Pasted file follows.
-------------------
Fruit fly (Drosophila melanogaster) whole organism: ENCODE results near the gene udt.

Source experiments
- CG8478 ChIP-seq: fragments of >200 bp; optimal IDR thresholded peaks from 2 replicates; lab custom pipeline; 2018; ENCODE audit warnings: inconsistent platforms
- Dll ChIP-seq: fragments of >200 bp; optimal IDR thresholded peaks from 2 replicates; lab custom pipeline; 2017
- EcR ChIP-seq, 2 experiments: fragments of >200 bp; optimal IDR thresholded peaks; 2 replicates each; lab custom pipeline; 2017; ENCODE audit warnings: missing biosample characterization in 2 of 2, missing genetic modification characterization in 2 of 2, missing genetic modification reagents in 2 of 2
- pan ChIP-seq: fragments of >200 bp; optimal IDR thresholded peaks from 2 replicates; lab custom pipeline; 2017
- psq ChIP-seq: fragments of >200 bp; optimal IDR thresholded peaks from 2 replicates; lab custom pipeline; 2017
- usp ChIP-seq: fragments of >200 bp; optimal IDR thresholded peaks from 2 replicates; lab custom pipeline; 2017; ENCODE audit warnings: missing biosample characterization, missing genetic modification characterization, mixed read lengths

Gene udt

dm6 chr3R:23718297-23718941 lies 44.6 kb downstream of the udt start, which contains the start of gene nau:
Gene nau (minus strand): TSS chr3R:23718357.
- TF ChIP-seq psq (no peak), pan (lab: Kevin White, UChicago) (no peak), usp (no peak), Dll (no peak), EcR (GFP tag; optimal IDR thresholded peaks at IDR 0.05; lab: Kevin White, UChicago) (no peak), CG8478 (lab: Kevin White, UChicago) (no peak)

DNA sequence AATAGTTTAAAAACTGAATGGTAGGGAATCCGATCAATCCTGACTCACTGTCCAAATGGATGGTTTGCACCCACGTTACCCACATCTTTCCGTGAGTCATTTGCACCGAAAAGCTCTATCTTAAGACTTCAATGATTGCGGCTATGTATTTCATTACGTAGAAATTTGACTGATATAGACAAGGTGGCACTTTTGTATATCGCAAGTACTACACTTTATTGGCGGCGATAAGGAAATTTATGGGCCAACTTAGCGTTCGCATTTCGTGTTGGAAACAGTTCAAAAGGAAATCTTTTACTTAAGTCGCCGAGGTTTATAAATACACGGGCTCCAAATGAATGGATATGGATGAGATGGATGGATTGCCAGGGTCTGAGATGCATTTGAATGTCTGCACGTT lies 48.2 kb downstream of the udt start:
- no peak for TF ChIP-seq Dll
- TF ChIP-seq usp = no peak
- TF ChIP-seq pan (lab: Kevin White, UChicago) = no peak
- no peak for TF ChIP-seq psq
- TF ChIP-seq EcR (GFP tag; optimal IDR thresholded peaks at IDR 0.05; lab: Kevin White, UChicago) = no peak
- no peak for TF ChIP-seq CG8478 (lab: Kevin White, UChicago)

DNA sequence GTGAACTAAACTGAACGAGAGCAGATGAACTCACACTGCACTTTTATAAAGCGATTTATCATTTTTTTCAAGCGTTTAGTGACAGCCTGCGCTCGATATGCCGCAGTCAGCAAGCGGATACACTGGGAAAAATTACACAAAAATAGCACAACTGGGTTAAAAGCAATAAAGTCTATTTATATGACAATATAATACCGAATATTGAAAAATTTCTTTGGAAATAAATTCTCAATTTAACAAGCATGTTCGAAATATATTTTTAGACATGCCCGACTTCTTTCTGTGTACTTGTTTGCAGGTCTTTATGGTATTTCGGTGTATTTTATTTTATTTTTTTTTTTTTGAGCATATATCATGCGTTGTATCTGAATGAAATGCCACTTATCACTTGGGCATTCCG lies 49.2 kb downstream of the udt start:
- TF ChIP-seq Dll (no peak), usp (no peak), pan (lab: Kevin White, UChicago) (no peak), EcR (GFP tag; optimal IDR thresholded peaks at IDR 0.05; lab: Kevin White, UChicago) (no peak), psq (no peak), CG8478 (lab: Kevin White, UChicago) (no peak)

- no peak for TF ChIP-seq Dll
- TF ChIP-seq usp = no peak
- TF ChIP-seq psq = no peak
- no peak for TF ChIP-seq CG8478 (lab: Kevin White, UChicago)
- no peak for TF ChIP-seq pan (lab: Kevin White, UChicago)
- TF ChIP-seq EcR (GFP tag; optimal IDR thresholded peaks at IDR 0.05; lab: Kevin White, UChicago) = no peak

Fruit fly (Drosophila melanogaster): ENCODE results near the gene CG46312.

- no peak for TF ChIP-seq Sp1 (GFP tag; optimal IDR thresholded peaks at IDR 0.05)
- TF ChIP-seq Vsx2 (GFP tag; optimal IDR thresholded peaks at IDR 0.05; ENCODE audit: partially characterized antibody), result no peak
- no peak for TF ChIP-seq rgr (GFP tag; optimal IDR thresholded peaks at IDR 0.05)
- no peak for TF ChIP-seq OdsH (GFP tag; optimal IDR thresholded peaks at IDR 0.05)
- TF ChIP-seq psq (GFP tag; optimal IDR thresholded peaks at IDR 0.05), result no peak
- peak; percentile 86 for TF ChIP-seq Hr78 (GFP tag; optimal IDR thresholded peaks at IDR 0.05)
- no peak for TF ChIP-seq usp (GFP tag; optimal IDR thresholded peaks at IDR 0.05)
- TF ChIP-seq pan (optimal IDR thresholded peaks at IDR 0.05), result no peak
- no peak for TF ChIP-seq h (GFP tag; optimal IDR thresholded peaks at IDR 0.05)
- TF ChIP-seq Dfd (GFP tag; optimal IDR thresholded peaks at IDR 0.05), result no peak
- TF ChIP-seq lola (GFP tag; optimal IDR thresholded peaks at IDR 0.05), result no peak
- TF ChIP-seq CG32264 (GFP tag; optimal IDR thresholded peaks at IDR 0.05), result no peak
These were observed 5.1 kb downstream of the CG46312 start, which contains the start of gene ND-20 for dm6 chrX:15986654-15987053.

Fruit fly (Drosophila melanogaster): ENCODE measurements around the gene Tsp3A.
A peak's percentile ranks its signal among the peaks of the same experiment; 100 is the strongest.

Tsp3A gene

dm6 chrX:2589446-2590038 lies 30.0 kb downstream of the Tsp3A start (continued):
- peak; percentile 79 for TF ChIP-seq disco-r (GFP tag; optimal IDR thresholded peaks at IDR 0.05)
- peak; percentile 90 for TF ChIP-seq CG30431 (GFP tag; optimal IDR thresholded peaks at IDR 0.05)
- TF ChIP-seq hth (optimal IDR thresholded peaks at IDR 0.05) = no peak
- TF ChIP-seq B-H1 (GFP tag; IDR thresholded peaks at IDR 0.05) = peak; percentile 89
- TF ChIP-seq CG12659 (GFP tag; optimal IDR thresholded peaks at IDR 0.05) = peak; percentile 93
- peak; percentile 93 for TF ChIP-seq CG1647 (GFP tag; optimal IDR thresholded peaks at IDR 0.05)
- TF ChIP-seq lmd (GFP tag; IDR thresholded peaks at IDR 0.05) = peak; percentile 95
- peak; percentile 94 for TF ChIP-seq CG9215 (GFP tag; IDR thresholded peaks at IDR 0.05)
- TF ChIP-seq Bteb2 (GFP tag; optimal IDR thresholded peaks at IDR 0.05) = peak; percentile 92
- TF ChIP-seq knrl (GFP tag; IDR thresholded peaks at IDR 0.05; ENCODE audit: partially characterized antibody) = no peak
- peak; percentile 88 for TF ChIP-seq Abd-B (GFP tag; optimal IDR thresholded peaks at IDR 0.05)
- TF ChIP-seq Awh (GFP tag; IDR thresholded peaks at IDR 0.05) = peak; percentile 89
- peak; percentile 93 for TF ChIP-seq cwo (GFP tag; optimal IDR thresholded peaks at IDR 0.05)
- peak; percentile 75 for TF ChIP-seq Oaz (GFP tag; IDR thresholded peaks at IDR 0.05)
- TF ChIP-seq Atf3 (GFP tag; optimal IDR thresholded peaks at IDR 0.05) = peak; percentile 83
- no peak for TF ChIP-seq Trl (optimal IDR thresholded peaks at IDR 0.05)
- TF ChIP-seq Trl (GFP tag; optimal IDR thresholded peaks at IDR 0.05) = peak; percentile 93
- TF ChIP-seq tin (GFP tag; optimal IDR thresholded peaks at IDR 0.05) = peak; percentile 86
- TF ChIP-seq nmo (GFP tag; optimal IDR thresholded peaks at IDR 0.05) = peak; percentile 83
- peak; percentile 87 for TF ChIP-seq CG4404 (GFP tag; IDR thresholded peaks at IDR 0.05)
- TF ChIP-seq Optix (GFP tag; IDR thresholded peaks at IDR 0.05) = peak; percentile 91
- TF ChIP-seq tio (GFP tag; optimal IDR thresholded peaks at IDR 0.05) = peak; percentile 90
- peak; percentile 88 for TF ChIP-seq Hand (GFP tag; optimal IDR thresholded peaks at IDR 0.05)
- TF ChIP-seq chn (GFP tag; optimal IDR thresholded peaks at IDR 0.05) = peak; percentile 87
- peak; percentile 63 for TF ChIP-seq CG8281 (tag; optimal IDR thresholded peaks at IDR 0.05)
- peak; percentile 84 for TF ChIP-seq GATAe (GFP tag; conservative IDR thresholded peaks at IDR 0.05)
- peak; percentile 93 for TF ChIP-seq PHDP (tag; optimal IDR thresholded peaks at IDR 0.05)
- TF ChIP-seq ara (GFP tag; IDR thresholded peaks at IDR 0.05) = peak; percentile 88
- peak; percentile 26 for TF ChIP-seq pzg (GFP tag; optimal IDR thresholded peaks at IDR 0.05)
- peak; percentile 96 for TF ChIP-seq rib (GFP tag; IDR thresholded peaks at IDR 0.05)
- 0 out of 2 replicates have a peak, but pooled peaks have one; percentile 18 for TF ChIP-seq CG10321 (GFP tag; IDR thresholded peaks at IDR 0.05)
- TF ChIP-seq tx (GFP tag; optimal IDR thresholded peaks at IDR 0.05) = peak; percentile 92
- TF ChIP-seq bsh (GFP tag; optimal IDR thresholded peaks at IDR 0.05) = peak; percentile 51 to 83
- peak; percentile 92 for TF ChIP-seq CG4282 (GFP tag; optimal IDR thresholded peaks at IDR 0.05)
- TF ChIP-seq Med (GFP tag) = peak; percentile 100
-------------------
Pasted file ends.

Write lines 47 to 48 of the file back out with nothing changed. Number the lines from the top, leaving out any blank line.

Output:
- peak; percentile 90 for TF ChIP-seq CG30431 (GFP tag; optimal IDR thresholded peaks at IDR 0.05)
- TF ChIP-seq hth (optimal IDR thresholded peaks at IDR 0.05) = no peak